In Perry, more than 30 people, with an audience of over 100 people, stepped up to the podium to voice their concerns and comments to FERC and Coast Guard officials, who were intent listeners but growing weary eyed as the clock neared 10 p.m. Many residents were concerned that the pre filing process was moving ahead too quickly. FERC officials told the audience that the pre filing for Quoddy Bay LNG proposal was "an extension of our scoping process." Ron Rosenfeld, a resident of Perry and an opponent of LNG, was concerned about the "time constraints placed on the public" to submit written information to FERC by the deadline date of April 28. "It's not possible to present our comments in the short time frame." Rosenfeld also cited that he had not received some documents about Quoddy Bay LNG that he had requested from FERC and he couldn't see "how the process could work without an informed public."

Art MacKay of the St. Croix Estuary Project and an opponent of LNG, drew the largest applause during the forum. He said, "I am not a paid environmentalist. I am for development, the development of our area here, which has enormous resources in marine species and a great diversity of sea creatures." MacKay also told FERC, "From a Canadian perspective, these species are at risk from the tanker route through Head Harbour, and some serious research needs to be carried out in this area." MacKay also was concerned about ferry service interruption and lost tourism dollars.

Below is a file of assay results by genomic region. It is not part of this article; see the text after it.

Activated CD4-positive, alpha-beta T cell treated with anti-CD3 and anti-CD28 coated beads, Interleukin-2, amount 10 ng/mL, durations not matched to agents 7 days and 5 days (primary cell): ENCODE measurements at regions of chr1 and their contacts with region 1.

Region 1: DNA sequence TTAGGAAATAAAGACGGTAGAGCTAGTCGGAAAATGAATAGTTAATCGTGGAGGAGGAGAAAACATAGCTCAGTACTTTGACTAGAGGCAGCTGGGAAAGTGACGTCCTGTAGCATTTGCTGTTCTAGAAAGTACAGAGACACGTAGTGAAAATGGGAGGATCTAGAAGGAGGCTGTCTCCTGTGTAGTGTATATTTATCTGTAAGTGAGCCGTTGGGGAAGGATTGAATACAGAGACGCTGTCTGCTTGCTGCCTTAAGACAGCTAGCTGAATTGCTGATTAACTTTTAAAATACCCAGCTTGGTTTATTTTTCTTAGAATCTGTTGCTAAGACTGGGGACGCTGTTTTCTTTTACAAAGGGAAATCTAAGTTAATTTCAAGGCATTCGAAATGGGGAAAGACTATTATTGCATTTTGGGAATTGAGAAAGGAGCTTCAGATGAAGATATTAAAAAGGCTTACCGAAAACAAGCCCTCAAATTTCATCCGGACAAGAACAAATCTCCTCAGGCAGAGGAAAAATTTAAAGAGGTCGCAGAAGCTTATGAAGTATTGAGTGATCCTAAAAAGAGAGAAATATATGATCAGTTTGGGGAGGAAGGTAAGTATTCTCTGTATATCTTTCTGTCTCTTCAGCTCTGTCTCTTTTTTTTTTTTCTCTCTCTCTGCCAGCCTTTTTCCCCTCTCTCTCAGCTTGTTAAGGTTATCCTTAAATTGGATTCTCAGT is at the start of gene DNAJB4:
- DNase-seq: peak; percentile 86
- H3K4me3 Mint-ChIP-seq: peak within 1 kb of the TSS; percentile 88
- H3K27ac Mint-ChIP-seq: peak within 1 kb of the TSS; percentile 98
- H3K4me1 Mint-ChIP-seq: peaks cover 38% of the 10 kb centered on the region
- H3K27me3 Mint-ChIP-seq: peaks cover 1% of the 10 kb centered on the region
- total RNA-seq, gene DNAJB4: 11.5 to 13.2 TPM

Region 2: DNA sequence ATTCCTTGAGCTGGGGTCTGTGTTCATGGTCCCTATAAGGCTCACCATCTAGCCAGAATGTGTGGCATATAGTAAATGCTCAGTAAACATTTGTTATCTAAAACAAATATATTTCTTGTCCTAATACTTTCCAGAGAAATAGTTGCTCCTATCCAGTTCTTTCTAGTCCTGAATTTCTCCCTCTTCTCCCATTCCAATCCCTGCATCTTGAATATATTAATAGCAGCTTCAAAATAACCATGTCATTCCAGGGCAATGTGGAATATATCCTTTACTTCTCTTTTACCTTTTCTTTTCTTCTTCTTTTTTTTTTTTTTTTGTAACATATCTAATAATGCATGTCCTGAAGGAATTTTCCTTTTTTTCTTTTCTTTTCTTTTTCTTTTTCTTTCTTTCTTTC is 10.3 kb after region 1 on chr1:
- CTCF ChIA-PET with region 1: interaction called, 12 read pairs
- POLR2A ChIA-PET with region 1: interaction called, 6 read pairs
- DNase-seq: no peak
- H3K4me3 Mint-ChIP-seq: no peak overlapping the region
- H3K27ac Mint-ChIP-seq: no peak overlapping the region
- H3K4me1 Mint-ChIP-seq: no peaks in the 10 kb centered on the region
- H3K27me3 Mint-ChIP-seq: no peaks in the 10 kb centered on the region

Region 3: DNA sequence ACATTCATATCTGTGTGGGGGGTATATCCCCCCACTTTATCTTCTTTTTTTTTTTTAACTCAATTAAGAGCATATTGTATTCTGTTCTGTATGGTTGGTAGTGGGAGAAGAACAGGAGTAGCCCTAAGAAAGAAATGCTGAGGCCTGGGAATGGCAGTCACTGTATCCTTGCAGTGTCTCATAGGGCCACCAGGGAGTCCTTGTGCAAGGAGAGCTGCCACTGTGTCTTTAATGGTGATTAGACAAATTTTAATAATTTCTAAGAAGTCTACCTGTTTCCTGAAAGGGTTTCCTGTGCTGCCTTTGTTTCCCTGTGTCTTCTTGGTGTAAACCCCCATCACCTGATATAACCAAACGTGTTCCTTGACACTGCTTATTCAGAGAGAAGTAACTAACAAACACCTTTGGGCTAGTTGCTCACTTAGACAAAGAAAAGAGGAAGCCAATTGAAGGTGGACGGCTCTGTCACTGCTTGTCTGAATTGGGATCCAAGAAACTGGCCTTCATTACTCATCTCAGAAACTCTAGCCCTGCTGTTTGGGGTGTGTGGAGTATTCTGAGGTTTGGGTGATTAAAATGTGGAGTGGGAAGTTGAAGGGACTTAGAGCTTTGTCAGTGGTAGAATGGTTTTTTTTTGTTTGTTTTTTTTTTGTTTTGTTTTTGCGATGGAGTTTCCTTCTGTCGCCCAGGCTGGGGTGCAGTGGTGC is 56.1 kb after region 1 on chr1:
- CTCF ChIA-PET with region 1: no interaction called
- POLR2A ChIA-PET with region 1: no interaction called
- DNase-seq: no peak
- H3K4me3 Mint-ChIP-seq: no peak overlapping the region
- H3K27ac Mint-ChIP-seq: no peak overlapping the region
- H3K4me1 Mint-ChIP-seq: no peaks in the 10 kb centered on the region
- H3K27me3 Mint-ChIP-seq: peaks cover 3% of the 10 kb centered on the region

John Cook of Perry read a statement in opposition to LNG that received applause and support from other speakers in the audience. Cook was concerned that FERC "may be covering up a problem," and is "at the beck and call of this developer." Cook, a well known opponent to LNG and a target of frequent mailbox vandalism, also said, "LNG has split our community and has created unnecessary vandalism in our area." Cook's wife, Katherine, said, "You can call me a tree hugger, but I am not a mailbox basher or a tire slasher," which also drew laughter and applause.